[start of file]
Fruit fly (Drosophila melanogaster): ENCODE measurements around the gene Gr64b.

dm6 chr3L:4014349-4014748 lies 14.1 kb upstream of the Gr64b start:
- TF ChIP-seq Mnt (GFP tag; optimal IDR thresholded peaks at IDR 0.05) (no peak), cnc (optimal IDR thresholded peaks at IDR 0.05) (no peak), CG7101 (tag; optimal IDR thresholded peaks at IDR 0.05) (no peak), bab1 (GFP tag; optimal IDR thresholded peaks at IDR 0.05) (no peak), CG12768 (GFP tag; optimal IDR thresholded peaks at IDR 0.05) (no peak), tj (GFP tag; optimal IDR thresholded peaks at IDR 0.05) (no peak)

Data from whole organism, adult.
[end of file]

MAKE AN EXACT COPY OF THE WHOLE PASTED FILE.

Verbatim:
Fruit fly (Drosophila melanogaster): ENCODE measurements around the gene Gr64b.

dm6 chr3L:4014349-4014748 lies 14.1 kb upstream of the Gr64b start:
- TF ChIP-seq Mnt (GFP tag; optimal IDR thresholded peaks at IDR 0.05) (no peak), cnc (optimal IDR thresholded peaks at IDR 0.05) (no peak), CG7101 (tag; optimal IDR thresholded peaks at IDR 0.05) (no peak), bab1 (GFP tag; optimal IDR thresholded peaks at IDR 0.05) (no peak), CG12768 (GFP tag; optimal IDR thresholded peaks at IDR 0.05) (no peak), tj (GFP tag; optimal IDR thresholded peaks at IDR 0.05) (no peak)

Data from whole organism, adult.